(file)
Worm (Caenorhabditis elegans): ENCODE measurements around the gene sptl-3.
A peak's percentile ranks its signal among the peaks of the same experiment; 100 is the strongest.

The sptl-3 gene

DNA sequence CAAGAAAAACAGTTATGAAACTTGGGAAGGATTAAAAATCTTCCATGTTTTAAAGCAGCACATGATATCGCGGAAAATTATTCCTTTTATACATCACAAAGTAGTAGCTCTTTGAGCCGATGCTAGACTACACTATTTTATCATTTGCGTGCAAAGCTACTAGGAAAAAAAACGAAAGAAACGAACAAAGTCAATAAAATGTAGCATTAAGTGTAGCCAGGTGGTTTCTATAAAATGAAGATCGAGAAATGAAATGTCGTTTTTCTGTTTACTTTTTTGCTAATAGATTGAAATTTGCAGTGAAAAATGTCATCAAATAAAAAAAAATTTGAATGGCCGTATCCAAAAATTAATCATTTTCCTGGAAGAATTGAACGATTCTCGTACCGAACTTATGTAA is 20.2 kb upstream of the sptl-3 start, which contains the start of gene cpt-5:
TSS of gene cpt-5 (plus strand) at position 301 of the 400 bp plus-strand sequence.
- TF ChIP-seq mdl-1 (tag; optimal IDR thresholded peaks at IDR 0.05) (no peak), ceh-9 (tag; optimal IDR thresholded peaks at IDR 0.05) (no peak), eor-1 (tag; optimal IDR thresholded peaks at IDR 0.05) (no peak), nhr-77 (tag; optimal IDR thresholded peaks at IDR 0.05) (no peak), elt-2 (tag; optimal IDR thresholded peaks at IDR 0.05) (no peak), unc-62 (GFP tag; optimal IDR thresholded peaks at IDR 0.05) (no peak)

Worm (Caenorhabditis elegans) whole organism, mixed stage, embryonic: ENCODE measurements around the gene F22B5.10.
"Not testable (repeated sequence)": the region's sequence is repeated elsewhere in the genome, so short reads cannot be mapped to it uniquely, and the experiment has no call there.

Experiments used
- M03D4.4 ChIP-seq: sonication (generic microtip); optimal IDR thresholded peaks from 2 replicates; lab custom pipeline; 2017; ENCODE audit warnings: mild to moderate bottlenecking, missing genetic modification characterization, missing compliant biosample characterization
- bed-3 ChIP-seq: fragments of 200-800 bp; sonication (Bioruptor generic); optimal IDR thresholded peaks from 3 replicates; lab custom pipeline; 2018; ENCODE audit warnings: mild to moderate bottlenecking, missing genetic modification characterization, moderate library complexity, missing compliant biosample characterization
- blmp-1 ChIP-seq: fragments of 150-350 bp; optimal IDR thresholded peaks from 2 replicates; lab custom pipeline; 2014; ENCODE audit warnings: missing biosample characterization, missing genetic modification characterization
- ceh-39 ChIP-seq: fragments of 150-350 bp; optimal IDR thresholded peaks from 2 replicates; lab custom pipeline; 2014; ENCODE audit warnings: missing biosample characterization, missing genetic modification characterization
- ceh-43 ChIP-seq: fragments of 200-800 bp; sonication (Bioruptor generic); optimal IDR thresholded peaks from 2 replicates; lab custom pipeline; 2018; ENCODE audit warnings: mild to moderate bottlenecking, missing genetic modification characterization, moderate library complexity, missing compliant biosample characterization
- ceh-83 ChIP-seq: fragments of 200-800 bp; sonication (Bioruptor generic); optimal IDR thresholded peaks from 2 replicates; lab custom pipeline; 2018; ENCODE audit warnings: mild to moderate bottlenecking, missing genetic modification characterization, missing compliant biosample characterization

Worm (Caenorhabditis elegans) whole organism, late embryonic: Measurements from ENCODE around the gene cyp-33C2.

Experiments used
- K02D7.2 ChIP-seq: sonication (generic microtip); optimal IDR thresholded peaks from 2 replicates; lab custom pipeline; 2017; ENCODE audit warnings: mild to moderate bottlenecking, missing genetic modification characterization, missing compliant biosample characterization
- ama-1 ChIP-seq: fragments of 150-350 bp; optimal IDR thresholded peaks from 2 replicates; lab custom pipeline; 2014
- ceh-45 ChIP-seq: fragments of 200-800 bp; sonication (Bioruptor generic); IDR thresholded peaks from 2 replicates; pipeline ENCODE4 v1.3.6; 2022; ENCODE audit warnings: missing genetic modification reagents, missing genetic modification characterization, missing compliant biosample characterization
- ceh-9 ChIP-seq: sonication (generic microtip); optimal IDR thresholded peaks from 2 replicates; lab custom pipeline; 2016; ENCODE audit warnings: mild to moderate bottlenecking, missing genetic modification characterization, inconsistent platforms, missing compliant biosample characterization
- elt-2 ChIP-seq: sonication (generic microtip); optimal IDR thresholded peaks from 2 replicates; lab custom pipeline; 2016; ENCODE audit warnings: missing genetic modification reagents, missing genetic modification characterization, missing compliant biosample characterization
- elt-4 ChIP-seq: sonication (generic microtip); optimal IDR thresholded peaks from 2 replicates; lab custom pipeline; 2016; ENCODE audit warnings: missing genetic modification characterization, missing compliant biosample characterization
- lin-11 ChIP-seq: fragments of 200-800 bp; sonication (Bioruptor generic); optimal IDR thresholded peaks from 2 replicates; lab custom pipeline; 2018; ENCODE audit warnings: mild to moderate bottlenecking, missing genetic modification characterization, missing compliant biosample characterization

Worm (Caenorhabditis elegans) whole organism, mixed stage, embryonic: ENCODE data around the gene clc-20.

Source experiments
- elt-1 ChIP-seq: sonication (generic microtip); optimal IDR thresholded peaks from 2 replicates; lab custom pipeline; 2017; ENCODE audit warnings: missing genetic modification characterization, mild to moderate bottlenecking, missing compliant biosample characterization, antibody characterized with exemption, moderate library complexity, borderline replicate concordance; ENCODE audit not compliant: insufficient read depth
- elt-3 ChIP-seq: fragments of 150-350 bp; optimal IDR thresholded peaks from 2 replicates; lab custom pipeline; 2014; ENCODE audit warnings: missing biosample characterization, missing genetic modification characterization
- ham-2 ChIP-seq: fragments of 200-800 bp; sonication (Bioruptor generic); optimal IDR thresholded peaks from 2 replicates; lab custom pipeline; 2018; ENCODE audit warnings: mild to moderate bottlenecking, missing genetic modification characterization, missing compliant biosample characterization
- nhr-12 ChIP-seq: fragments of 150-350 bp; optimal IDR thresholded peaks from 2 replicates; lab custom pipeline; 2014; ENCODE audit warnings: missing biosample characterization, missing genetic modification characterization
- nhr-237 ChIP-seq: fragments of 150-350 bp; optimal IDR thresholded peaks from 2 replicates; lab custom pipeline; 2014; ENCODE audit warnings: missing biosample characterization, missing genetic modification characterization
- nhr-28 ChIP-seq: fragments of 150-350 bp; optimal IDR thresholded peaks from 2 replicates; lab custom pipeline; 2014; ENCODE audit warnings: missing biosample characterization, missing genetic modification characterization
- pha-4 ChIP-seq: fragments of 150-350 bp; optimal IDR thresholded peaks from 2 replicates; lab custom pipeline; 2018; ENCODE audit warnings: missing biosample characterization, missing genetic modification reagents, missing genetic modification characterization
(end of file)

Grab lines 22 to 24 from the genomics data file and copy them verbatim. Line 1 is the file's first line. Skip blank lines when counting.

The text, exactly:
- elt-2 ChIP-seq: sonication (generic microtip); optimal IDR thresholded peaks from 2 replicates; lab custom pipeline; 2016; ENCODE audit warnings: missing genetic modification reagents, missing genetic modification characterization, missing compliant biosample characterization
- elt-4 ChIP-seq: sonication (generic microtip); optimal IDR thresholded peaks from 2 replicates; lab custom pipeline; 2016; ENCODE audit warnings: missing genetic modification characterization, missing compliant biosample characterization
- lin-11 ChIP-seq: fragments of 200-800 bp; sonication (Bioruptor generic); optimal IDR thresholded peaks from 2 replicates; lab custom pipeline; 2018; ENCODE audit warnings: mild to moderate bottlenecking, missing genetic modification characterization, missing compliant biosample characterization